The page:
Symptoms and Signs
Foliar diseases caused by plant pathogenic bacteria result in a wide range of symptoms that vary greatly depending on the particular pathogen and the host plant. Leaf spots (also called leaf lesions) are discrete diseased sections of leaves that initially appear water-soaked, but later turn yellow, brown, or black. Leaf spots are usually angular in shape and bordered by the veins in the leaf. Leaf petioles can also develop such spots. Merging of numerous leaf spots results in the infection of large portions of the foliage; such symptoms are called blights. Rots occur when the bacteria infect fleshy stems, crown, bulbs, corms, and other parts of plants and cause a soft, watery decay. Infections on twigs and branches can cause cankers, which are sunken, discolored, and cracked areas in the woody tissue. In some cases, bacteria inside the diseased tissue will ooze to the surface of the plant and are visible as cream to yellow colored exudates, collecting outside the plant.
Comments on the Disease
There are many different kinds of bacterial diseases of flower and nursery crops. In many cases these bacteria are host specific and will only infect one plant species. In other cases, for example with soft rot bacteria, the pathogen is able to infect a larger number of plant hosts. All bacteria in this section can be spread through infected cuttings and other propagative material, and some of these bacteria may be carried in seed and irrigation water. Bacteria are dependent on splashing water for their dispersal and for creating a suitable environment for infection and disease development.
Use pathogen- and disease-free seed, cuttings, transplants, and other propagative materials.
- Implement sanitation measures when dealing with containers, flats, benches, pruning tools, and other items that come in contact with plants.
- Avoid using overhead sprinkler irrigation.
- Rogue out (remove) diseased cuttings, transplants, and plants.
- Sanitize hands or use disposable gloves when handling diseased plants.
- Prevent injuring bulbs, corms, and other fleshy parts of plants to avoid soft rot problems.
Copper-based fungicides may provide some control but can be phytotoxic to some ornamentals.
|Common name||Amount to use||REI‡|
|(Example trade name)||(hours)|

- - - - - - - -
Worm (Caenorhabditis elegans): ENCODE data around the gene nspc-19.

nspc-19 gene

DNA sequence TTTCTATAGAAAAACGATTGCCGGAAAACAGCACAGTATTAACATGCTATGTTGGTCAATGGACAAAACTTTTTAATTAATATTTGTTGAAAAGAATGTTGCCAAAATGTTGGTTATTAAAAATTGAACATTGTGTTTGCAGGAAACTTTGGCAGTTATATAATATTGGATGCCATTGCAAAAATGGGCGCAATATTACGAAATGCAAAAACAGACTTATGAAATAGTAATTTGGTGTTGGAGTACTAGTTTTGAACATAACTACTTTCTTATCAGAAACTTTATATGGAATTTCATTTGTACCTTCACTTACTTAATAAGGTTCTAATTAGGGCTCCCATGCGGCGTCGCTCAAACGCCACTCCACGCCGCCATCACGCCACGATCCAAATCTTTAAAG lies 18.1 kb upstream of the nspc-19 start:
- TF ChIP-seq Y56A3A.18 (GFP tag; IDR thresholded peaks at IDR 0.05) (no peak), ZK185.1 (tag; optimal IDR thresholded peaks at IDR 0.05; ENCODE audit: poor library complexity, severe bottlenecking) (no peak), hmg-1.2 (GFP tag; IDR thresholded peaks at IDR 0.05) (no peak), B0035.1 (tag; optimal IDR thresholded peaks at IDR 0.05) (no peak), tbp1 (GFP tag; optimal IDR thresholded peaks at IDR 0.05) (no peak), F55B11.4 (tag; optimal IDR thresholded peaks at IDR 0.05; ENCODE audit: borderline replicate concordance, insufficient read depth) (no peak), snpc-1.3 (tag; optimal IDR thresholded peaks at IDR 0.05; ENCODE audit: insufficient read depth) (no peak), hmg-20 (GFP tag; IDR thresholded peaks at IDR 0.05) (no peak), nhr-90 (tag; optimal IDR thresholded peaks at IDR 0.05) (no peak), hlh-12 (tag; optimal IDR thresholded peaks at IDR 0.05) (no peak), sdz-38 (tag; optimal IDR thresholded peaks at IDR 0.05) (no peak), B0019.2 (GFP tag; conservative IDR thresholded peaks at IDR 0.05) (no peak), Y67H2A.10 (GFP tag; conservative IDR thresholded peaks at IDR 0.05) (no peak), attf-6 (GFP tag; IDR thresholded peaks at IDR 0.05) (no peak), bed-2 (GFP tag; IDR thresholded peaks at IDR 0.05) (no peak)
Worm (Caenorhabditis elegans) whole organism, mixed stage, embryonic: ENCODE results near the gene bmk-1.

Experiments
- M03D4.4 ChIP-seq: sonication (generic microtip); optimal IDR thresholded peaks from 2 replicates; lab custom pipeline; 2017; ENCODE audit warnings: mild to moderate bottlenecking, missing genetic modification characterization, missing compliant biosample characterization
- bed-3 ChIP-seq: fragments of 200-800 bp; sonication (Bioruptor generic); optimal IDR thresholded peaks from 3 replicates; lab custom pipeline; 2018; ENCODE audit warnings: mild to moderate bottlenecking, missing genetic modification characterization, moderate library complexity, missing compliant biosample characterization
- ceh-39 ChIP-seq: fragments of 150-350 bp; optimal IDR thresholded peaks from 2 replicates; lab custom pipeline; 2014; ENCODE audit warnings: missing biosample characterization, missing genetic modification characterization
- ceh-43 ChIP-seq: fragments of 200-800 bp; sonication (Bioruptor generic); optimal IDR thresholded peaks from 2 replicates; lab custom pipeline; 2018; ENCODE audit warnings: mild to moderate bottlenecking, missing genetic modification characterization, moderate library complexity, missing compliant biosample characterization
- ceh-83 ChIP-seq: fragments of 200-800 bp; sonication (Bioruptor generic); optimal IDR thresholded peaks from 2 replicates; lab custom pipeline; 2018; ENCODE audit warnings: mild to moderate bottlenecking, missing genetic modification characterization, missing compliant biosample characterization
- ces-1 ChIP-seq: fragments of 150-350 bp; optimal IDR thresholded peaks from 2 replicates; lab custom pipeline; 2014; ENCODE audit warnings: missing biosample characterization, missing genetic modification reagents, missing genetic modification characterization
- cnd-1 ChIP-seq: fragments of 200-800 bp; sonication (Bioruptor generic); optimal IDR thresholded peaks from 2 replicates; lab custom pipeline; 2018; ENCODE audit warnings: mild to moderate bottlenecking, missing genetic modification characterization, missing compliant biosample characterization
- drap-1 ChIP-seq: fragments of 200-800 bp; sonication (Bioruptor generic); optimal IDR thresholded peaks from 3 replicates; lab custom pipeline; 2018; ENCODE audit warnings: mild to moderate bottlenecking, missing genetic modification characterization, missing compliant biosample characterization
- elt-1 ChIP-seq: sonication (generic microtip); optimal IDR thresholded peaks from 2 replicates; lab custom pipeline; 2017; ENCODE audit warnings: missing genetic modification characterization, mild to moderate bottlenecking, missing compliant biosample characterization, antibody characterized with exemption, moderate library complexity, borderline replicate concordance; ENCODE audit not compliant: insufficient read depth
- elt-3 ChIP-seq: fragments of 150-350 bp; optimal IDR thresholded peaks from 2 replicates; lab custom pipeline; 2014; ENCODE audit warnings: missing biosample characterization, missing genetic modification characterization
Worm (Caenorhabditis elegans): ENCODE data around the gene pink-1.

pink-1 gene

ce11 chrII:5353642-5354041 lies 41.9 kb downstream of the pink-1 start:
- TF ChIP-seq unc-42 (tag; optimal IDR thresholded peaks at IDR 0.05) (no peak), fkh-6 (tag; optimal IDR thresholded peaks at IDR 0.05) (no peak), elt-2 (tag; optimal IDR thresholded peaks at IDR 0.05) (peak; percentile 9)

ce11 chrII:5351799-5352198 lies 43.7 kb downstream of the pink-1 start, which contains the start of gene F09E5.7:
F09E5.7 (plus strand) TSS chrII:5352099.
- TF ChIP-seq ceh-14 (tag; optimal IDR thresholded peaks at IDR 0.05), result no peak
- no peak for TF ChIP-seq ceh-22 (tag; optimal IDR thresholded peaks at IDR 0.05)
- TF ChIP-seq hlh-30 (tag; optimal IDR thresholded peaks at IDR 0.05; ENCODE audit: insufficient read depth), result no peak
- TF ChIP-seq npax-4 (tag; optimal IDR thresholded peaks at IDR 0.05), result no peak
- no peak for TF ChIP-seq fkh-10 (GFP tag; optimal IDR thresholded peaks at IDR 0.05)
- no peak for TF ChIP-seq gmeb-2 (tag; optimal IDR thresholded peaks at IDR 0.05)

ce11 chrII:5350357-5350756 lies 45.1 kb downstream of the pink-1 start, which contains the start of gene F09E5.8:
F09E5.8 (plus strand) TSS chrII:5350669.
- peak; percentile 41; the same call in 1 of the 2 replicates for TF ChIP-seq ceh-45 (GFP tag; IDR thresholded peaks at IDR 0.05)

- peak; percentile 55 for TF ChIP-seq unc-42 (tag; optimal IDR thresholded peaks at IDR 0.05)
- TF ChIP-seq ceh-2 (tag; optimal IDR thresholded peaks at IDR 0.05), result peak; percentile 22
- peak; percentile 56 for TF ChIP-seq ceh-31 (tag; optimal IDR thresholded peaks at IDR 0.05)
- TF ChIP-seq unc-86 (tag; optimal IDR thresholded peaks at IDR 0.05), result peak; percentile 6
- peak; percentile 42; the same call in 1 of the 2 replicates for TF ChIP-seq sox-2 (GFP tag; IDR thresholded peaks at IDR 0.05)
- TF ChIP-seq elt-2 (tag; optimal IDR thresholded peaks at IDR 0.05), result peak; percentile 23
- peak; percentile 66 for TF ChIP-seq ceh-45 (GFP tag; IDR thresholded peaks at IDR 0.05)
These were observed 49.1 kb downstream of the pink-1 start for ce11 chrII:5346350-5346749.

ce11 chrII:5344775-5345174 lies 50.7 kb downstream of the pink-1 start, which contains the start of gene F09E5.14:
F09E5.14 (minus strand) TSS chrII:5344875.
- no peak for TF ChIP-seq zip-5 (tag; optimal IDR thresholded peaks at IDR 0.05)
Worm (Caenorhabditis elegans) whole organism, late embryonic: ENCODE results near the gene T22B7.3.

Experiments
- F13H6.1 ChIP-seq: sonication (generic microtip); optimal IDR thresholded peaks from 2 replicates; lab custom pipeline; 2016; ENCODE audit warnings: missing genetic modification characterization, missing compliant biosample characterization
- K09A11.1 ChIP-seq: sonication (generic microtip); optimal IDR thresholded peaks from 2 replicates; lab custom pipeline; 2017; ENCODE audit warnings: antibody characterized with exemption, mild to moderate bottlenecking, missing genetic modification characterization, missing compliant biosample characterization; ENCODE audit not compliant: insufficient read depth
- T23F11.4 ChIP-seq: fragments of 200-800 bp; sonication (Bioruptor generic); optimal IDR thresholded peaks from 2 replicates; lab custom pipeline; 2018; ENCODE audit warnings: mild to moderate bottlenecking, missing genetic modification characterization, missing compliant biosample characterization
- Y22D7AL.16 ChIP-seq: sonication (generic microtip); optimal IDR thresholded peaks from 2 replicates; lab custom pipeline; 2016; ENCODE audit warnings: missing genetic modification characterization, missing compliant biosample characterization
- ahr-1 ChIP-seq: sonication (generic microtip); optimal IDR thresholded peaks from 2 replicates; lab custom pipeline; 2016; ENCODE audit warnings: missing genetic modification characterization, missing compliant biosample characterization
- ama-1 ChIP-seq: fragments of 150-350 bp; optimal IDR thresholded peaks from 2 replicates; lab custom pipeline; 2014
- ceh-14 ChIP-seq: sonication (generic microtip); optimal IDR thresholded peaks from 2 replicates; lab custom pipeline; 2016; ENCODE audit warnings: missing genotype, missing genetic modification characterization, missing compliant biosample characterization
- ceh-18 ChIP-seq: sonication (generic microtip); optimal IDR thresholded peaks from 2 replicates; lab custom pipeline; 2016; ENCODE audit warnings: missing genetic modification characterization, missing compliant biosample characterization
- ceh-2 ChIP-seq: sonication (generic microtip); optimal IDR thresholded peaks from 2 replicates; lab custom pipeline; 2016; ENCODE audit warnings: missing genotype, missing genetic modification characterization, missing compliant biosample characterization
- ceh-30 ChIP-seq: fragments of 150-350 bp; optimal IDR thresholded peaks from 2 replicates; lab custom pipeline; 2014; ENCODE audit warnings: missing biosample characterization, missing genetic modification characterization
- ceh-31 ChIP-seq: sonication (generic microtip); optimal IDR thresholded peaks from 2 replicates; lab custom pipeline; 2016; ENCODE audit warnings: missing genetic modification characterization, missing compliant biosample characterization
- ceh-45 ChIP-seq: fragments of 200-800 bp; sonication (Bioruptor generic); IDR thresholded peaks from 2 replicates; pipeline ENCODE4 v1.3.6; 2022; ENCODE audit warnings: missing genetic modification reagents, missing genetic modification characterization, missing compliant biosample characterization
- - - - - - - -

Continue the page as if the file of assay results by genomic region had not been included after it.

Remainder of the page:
|Not all registered pesticides are listed. The following are ranked with the pesticides having the greatest IPM value listed first—the most effective and least likely to cause resistance are at the top of the table. When choosing a pesticide, consider information relating to the pesticide's properties and application timing, honey bees, and environmental impact. Always read the label of the product being used.|
|(Kocide 2000)#||Label rates||48|
|MODE OF ACTION GROUP NAME (NUMBER1): Multi-site contact (M 01)|
|COMMENTS: A protectant fungicide. Growth of some plants may be reduced by this material; follow label directions carefully to reduce the risk of phytotoxicity. Check label for registered use ornamental species list in California. Not all copper compounds are approved for use in organic production; be sure to check individual products.|
|1||Group numbers are assigned by the Fungicide Resistance Action Committee (FRAC) according to different modes of actions. Fungicides with a different group number are suitable to alternate in a resistance management program. In California, make no more than one application of fungicides with mode of action group numbers 1, 4, 9, 11, or 17 before rotating to a fungicide with a different mode of action group number; for fungicides with other group numbers, make no more than two consecutive applications before rotating to fungicide with a different mode of action group number.|
|‡||Restricted entry interval (REI) is the number of hours (unless otherwise noted) from treatment until the treated area can be safely entered without protective clothing.|
|#||Acceptable for use on organically grown ornamentals. Check with your certifier.|